CONCORD, N.H. (AP) — With loud cheers and applause, New Hampshire lawmakers on Wednesday re-elected their veteran secretary of state and guardian of the first-in-the-nation presidential primary after two rounds of close votes. Legislators voted…
CONCORD, N.H. (AP) — With loud cheers and applause, New Hampshire lawmakers on Wednesday re-elected their veteran secretary of state and guardian of the first-in-the-nation presidential primary after two rounds of close votes.
Legislators voted to keep Bill Gardner, the nation’s longest-serving secretary of state. He has held the job for 42 years.
“I’m very, very grateful to those of you who let this happen,” Gardner told them afterward. “That office is so unique and so special.”
Legislators voted twice; neither candidate won a majority the first time. The final vote was 209-205 for Gardner over challenger Colin Van Ostern, a 2016 gubernatorial candidate who wasn’t even born when Gardner first took office.
Gardner was criticized for serving on President Donald Trump’s election fraud commission. But his supporters argued that replacing him with fellow Democrat Van Ostern would politicize the office and could weaken the state’s argument for staying first.
Van Ostern countered that primary tradition is about more than any one person and that Gardner already politicized the office by backing GOP-led voter legislation to tighten voter registration rules.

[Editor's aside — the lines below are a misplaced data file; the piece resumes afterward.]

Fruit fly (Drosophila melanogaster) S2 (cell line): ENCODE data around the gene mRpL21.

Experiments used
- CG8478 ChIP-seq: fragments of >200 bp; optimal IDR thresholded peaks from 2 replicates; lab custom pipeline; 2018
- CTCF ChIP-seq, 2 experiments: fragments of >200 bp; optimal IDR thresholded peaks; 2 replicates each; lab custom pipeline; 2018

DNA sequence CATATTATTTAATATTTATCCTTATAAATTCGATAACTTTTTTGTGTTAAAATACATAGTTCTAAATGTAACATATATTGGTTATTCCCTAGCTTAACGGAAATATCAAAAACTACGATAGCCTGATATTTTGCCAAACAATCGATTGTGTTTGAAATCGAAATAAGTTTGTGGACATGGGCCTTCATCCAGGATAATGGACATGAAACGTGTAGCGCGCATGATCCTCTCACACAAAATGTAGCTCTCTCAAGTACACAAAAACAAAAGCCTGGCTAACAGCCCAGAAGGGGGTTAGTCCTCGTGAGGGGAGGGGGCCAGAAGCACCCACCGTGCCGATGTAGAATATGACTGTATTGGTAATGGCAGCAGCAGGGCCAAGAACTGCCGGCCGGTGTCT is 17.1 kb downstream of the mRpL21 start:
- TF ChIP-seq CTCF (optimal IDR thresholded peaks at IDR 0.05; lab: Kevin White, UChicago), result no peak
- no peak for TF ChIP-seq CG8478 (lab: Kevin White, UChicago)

Democrats won control of both the 400-member House and 24-member Senate last month, and they overwhelmingly backed Van Ostern in a nonbinding caucus vote Nov. 15.
“Obviously, I’m disappointed in the outcome,” Van Ostern said. “But what an incredible exercise in democracy this has been. And I’m really proud that we put a spotlight on issues around protecting voting rights and local control and modernizing an office. I think healthy competition is good for democracy.”
He highlighted that he was “proud to get within a vote of Bill Gardner. No one’s beat him in 42 years. He’s a legend in our politics and in our state.”
Gardner, whose terms have all been two years, said the trust he earned by pledging not to use the office as a stepping stone for higher office has helped him negotiate the often-fraught scenario of protecting the primary.
Van Ostern raised and spent more than $200,000 to defeat him, but Gardner said he viewed this challenge as he did others in the past.
Republican Gov. Chris Sununu backed Gardner’s re-election, as did most of New Hampshire’s living former governors. Gardner, he said, has acted with “absolute independence and incorruptible motive,” calling the effort to replace him a “strategic political operation.” Democratic former Govs. Jeanne Shaheen and Maggie Hassan didn’t take sides.
Gardner was long credited with protecting the state’s first-in-the-nation presidential primary status. Some worried that with him gone, that would be threatened in the future.
Van Ostern had promised to fiercely defend New Hampshire’s position in the presidential nominating calendar.
The New Hampshire primary is a time-honored tradition in politics. In 1916, Indiana held its primary a week before New Hampshire, and Minnesota voted on the same day. But New Hampshire has gone first ever since.